Research IT Associate Director Patrick Schmitz and Near Eastern Studies lecturer Laurie Pearce have been co-leading a Fall 2014 seminar on prosopography, sponsored by the Social Science Matrix. Prosopography is a research technique applied to persons or characters whose individual biographies are not known; the technique investigates characteristics of a group of persons or characters within a particular historical or literary context, and relates them to one another.
This seminar has brought together scholars, librarians and staff from Berkeley and beyond, to discuss common issues and challenges in software being developed to support prosopographical research. The outcomes of this workshop will influence the development of Berkeley Prosopography Services, which recently received a Digital Humanities Implementation Grant from the National Endowment for the Humanities.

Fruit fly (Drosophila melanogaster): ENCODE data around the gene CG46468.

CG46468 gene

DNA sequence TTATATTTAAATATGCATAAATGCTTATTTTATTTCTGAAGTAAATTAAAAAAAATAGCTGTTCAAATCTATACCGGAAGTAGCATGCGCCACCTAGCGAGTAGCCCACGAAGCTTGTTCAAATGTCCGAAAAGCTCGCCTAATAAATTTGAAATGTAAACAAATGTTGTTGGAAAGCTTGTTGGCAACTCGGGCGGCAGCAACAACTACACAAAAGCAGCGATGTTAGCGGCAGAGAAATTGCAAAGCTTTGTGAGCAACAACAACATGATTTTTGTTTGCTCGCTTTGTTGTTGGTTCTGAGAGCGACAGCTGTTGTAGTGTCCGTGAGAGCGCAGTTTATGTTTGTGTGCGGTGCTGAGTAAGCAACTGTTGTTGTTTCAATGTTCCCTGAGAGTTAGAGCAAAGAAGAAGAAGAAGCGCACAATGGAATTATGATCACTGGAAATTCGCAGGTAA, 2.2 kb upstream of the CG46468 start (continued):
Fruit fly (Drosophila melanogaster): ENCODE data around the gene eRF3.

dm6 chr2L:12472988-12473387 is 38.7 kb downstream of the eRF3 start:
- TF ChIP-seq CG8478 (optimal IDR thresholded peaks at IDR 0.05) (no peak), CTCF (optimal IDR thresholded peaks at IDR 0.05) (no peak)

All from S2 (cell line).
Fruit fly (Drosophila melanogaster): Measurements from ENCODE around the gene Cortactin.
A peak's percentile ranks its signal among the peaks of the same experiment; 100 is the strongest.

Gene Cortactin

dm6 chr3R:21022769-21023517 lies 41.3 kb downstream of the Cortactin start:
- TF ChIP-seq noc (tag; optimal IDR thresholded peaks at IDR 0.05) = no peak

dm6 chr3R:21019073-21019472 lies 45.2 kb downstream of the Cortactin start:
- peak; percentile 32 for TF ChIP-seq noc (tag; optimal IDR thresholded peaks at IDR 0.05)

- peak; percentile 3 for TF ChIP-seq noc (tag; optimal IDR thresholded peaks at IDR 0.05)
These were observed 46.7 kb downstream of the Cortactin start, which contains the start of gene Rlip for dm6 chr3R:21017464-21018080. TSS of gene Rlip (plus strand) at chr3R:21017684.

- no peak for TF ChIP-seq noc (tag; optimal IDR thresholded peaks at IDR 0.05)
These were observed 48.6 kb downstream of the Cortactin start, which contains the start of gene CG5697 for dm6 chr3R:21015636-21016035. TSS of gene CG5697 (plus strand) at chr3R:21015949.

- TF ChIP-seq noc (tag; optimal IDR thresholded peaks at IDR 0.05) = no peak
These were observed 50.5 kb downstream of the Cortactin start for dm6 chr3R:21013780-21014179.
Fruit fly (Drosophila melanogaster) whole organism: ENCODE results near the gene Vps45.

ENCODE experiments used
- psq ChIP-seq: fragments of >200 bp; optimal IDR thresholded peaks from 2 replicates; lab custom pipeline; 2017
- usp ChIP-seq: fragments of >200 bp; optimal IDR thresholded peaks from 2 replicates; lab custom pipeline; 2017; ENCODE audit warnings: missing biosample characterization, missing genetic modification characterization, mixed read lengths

As co-organizer Laurie Pearce writes in her recent blog post on the Digital Humanities at Berkeley site, developing a common understanding of different approaches is an essential prerequisite for making meaningful technological progress:
The commitment of all participants to contribute data to group scrutiny and analysis speaks to the increasing recognition that digital humanities research projects do not, and can not, stand in isolation. Understanding each others’ specific concerns and rehearsing actual and potential resolutions strengthens our individual projects and the collaborations we expect to emerge.